I think Mary Elliott did a pattern of this garment that she published in Threads magazine a number of years ago. I think we have a copy in our files and can look it up if you like.

    Response from Leta Hendricks: The suits appear to be similar. Please review the Database description and the two attached images.
    Adrian "original" brown & white gingham wool suit; long hip length jacket (a); long set-in sleeves; notched pointed collar;
    horizontal slash pocket, self bound on lower right side just below the natural waistline; jacket consists of 4 different sizes
    of gingham, smallest squares form the yoke and collar back and front, the section below that is a little larger, and the lower
    jacket has even larger checks; the right side of the jacket and right sleeve has a method of slashing almost forming a pocket
    effect at each horizontal panel; slashing begins from a point at center front where it gradually increases in size to the side
    seam, this is continued on the back; each under panel is the largest size check; jacket is lined in russet silk crepe; b) skirt-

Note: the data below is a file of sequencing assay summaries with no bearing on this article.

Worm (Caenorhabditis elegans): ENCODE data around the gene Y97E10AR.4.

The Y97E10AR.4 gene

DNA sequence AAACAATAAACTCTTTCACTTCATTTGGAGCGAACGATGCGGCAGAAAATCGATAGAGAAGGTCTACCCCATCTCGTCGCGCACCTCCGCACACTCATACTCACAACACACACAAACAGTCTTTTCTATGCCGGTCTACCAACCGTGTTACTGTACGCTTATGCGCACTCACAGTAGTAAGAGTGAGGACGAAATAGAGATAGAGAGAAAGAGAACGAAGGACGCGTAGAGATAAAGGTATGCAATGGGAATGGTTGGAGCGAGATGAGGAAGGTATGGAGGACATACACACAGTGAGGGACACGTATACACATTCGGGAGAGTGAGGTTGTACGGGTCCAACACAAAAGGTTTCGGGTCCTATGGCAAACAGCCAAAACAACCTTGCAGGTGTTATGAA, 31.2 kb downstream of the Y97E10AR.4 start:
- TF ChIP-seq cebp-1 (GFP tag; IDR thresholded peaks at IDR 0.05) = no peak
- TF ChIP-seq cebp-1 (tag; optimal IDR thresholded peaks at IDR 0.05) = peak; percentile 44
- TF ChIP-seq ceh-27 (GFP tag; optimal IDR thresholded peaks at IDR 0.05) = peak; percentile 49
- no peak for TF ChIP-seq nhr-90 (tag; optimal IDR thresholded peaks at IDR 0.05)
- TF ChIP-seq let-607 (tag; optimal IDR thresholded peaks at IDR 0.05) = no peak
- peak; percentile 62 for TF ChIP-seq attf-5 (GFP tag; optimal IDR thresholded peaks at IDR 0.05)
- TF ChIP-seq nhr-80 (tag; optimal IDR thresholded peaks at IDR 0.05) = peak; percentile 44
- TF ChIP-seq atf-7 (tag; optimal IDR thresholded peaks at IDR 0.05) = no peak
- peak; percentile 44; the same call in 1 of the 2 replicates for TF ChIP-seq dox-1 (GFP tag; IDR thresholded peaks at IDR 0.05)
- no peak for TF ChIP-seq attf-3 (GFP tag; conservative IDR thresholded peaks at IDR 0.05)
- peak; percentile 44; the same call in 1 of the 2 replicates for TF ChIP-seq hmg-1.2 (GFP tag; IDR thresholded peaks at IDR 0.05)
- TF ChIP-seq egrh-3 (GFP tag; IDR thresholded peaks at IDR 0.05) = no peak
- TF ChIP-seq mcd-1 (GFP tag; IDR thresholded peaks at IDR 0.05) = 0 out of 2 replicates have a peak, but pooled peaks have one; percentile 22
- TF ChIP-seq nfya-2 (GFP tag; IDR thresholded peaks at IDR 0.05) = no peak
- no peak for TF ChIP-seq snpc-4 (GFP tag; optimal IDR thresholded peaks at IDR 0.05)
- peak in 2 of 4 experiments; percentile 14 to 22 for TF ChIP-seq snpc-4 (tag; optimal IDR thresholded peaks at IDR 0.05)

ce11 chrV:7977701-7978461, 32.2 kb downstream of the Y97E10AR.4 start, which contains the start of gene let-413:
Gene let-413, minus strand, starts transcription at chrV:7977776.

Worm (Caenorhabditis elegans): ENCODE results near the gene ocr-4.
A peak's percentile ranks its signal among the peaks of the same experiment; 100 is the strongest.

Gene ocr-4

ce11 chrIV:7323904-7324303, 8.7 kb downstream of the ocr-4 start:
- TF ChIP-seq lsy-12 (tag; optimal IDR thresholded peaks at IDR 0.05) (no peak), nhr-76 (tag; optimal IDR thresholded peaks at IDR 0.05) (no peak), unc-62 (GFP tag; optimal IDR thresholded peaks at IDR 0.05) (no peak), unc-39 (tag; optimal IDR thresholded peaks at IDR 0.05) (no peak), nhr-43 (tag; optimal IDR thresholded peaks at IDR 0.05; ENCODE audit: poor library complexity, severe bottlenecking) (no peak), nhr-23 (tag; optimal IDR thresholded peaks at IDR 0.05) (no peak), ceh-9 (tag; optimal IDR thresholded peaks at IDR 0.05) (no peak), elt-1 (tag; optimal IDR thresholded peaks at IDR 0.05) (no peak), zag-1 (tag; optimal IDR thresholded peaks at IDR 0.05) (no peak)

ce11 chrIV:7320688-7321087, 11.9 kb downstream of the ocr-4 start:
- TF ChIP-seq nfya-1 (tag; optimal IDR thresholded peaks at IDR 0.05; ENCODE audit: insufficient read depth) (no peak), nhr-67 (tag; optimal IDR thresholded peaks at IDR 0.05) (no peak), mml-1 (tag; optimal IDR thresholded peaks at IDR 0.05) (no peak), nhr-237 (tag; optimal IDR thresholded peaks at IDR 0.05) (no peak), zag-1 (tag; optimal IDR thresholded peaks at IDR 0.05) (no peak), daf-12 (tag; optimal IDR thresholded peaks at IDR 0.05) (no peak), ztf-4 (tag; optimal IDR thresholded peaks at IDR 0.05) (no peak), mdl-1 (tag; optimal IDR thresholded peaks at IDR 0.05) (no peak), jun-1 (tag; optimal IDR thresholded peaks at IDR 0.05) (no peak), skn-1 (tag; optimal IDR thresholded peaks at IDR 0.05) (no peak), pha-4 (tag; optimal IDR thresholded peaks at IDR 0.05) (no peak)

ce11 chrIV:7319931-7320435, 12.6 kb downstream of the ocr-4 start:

straight, one gingham size, knife pleat at lower left side.

    The photos attached are of the same suit featured in the "Threads" article Pam posted.

    Just thought I'd pass along the information to any of you interested.

    Thanks again for everyone's enthusiastic help and excitement for my wonderful find!

    xoxo,
    Jenn
     
  18. Midge

    Midge Trade Member

    I'm still catching up and only just read this - this suit absolutely fabulous! What an incredible idea with the different sizes of the checks! And what a lucky find!

    Karin
     
  19. TinTrunk

    TinTrunk Registered Guest

    I'm late to the party too.

    That Adrian suit is one of the best things I've seen ever. EVER! :wow22:

    What a fantastic find!

    Sarah
     
  20. Metro Retro Vintage

    Metro Retro Vintage Trade Member

    Oh my! Such an incredible suit and fabulous information provided by everyone!

    Still reading and catching up, and trying not to drool too much into my coffee, lol.